Community Services Minister John Streicker says the government is trying to make the solid waste system more sustainable. (Ian Stewart/Yukon News file) John Streicker, Minister of Community Services, says the Yukon government is working on a number of recommendations regarding recycling and solid wastemanagement. (Ian Stewart/Yukon News file)

Yukon government eyes ways to cut garbage going to landfills

‘For our municipalities, this has been a real concern’

The Yukon government is already working on a number of recommendations around recycling and solid waste management, says John Streicker, Minister of Community Services.

The issue came up during the annual general meeting for the Association of Yukon Communities, which took place the weekend of May 12.

“I want to emphasize that this, for our municipalities, this has been a real concern,” Streicker told the News on May 15. “And they want to see real leadership on it.”

In response, Streicker said YG is working from recommendations made by the ministerial committee on solid waste, which published findings in April 2018.

“We have a lot of specific details,” he said of the report, which includes actions that can be completed this year, as well as longer-term actions that may play out over the next four or five years. “I took it to cabinet and got full support to move ahead on all recommendations.”

Key findings in the report include the high cost of waste management (the Yukon has 27 waste management facilities run at an annual cost of $10.5 million) and user fees.

“Users, industry, and governments, must pay a reasonable portion of the cost of the waste they generate if a sustainable system of management of solid waste is desired,” reads the report.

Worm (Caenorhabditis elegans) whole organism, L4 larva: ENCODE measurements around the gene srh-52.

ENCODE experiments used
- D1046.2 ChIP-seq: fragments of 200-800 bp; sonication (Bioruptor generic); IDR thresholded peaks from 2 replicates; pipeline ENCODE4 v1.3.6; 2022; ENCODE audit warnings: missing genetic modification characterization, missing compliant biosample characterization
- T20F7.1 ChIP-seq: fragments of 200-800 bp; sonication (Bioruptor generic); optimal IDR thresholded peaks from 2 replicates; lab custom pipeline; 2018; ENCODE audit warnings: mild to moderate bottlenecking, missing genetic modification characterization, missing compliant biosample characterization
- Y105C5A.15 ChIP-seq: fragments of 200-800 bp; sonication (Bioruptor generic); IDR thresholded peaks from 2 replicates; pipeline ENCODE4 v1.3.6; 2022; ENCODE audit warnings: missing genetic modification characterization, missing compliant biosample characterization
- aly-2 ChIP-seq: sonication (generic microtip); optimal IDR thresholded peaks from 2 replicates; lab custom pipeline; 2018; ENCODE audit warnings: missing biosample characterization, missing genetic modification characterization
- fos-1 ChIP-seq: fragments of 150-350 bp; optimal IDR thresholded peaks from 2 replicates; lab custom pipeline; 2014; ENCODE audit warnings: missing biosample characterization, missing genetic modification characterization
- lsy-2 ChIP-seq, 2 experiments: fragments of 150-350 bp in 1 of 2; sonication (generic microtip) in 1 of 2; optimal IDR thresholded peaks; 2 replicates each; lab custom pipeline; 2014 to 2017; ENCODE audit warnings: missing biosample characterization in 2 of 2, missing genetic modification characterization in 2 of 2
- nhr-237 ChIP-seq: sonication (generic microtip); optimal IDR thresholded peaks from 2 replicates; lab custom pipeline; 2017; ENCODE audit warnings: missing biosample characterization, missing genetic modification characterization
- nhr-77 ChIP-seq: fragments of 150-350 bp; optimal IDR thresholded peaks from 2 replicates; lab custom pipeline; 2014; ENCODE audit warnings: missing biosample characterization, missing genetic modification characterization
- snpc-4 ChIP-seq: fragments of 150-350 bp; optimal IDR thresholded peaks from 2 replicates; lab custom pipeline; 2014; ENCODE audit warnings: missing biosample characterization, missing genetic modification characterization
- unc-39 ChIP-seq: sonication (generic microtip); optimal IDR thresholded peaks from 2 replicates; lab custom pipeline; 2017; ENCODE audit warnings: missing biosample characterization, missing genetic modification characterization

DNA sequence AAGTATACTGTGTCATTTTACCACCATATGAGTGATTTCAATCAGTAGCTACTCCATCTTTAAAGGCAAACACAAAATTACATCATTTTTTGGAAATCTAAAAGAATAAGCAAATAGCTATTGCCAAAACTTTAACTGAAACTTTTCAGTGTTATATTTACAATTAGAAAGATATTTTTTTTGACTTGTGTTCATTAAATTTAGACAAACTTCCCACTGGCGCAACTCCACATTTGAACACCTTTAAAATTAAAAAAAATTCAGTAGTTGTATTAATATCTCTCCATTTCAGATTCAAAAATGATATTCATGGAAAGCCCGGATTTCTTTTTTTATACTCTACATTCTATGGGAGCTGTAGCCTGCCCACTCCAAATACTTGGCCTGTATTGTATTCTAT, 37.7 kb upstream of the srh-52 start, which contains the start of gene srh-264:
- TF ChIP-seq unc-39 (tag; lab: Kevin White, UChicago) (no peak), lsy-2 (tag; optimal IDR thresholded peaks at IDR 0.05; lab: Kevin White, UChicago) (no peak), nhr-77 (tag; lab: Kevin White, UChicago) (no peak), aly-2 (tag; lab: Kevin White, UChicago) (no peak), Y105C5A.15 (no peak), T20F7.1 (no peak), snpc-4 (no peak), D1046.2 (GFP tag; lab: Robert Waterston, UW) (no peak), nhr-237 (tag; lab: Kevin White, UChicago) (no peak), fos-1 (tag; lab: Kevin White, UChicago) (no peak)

Streicker cited the Watson Lake dump, which instituted solid waste fees in 2014. Since then, he said the dump sees less waste on a per person basis.

Streicker did acknowledge there is no way of knowing whether this reduction is the result of diversion or illegal dumping. “There are always situations where there is illegal dumping,” he said.

As well, in 2014, following the introduction of fees at the Watson Lake dump, the News reported an uptick in waste being taken to the Upper Liard Dump, which was free.

Still, Streicker said he believes people are diverting their solid waste.

“When we have done this and put up a gate to some control, we almost always see that there is at first some reluctance and then usually over time it comes back,” he said. “It is our experience that when you test these things as much as you can, you generally get the same amount of compliance from one community to another.”

Streicker said some issues are more easily solved than others due to the unique circumstances in the North.

Composting, for example, is relatively simple. He said he was happy to see the City of Whitehorse introduce mandatory composting rules for businesses.

The question of what to do with e-waste and tires is a bigger one because of the economies of scale here, he said.

He also pointed to the issue of high-volume, low-value waste such as paper and plastics. He said he knows there are solutions out there, including reforming plastics into non-structural lumber for siding and decks.

He said he thinks solutions like this are feasible when considering that the Yukon has such great resources in the Yukon Innovation Hub, Cold Climate Innovation at Yukon College and individual businesses that have come up with ways of their own to reuse waste.

“This is about finding the facilities,” he said.

“I think we all need to sort of imagine that solid waste will always be an issue for us so this start is how to make the overall system more sustainable, more efficient,” he said. “But I think we should also imagine that it is a continuous work in progress.”

Contact Amy Kenny at amy.kenny@yukon-news.com

Association of Yukon CommunitiesRecyclingYukon government

Get local stories you won't find anywhere else right to your inbox.
Sign up here

Just Posted

Two doctors in Watson Lake say they are at risk of losing their housing due to a Yukon Housing Corporation policy that only allows one pet per family. (Wikimedia Commons)